The Russia-Georgia tinderbox

Thomas de Waal
16 May 2008

If you're deep in the trenches, stop digging. Both Russia and Georgia have warned of the danger of war over the Black Sea territory of Abkhazia, but they both keep digging.

Georgia's President Mikheil Saakashvili said Moscow and Tbilisi have come "very close" to a military confrontation. Russia threatened Georgia, moving in an extra 500 troops to join the force it leads in Abkhazia. These troops, formally peacekeepers under an international mandate, not only keep the peace - on Russian terms - but strengthen Moscow's grip over a region that is legally part of Georgia. In Moscow, Georgia-baiting has become a popular sport. Vladimir Putin dramatically stepped up his support for Abkhazia and hostility toward Georgia in the last two months of his presidency in what looked like an effort to lock his successor, Dmitri Medvedev, into a hardline policy.

Thomas de Waal is Caucasus editor at the Institute for War and Peace Reporting in London. He is co-author of Chechnya: calamity in the Caucasus (New York, 1998) and author of Black Garden: Armenia and Azerbaijan through peace and war (New York, 2003)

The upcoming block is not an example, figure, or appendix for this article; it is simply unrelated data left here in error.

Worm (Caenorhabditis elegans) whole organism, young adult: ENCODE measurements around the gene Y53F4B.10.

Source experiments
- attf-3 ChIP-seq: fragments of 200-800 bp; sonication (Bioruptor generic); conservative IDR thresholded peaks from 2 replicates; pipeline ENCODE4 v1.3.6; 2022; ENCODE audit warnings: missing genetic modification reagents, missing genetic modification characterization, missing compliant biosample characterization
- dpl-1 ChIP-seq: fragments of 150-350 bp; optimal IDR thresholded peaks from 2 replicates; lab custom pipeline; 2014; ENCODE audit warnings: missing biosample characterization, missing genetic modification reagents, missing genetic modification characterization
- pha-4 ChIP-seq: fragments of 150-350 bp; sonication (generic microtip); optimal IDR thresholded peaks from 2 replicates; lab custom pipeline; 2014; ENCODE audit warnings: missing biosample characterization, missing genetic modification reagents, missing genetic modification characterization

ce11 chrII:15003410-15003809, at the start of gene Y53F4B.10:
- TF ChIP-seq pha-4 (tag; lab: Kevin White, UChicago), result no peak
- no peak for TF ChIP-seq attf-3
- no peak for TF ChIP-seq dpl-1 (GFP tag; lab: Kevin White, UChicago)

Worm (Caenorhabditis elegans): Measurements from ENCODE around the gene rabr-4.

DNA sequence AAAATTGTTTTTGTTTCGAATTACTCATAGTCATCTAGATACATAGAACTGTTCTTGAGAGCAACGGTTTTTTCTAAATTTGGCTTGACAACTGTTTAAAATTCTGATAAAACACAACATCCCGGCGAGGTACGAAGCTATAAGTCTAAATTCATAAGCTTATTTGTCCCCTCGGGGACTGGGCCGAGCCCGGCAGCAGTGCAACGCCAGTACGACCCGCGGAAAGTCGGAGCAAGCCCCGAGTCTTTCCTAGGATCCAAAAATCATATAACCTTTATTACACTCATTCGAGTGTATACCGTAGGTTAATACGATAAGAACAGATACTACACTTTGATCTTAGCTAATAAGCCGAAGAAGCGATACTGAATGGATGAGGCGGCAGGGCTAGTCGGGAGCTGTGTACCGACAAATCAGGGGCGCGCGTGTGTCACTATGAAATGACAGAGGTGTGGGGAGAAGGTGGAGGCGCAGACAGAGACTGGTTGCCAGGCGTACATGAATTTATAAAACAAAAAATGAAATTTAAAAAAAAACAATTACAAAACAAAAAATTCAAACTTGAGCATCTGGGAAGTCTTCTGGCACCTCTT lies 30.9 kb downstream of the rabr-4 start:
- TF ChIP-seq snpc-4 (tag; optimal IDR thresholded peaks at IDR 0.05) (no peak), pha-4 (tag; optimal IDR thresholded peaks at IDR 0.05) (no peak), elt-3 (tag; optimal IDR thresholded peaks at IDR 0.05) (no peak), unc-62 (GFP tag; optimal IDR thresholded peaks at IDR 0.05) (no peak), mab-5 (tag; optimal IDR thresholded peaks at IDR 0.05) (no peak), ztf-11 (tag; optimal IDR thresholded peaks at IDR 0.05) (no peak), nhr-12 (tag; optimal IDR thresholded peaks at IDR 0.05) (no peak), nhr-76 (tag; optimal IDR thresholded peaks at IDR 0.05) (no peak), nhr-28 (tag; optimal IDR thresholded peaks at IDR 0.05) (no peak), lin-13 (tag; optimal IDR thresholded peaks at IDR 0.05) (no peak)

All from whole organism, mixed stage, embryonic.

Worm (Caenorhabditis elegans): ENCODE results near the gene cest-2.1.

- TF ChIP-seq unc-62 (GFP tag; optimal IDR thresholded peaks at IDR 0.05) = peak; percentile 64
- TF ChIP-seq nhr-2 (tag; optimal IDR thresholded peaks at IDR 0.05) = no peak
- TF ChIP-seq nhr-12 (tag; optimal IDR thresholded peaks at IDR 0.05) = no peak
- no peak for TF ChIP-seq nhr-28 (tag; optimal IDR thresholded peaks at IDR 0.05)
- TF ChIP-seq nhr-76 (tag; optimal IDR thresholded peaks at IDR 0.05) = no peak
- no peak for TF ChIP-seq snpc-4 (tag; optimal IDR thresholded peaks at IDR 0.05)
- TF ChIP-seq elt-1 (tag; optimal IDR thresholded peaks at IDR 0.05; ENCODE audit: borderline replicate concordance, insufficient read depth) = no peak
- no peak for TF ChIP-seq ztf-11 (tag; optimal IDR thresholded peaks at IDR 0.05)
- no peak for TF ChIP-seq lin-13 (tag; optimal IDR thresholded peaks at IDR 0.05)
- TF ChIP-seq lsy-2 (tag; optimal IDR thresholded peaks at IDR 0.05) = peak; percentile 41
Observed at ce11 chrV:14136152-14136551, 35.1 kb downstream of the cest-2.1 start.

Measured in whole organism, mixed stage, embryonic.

This article was published in the Wall Street Journal (Europe) and by the IWPR

Also by Thomas de Waal in openDemocracy:

"The north Caucasus: politics or war?" (7 September 2004)

"Musa Shanib in the Caucasus: a political odyssey" (12 October 2005)

"Abkhazia's dream of freedom" (10 May 2006)

"Abkhazia-Georgia, Kosovo-Serbia: parallel worlds? " - a debate with Zeyno Baran (2 August 2006)

Thomas de Waal, "Abkhazia's archive: fire of war, ashes of history" (20 October 2006

Saakashvili is also using the putative threat of Russian aggression for domestic political purposes and to call for western support. His own standing has recently suffered after his crackdown on the opposition in November 2007 and a suspiciously wafer-thin re-election as president in January 2008. His governing party is now facing a tough fight in parliamentary elections on 21 May.

The squeeze on Tbilisi

The talk I heard on a recent visit to Tbilisi days ago was that some hotheads around the president are tempted to make a move on Abkhazia in time to boost popular support for him ahead of the elections. Wiser voices, such as that of prime minister Lado Gurgenidze, are warning that this would be a catastrophe.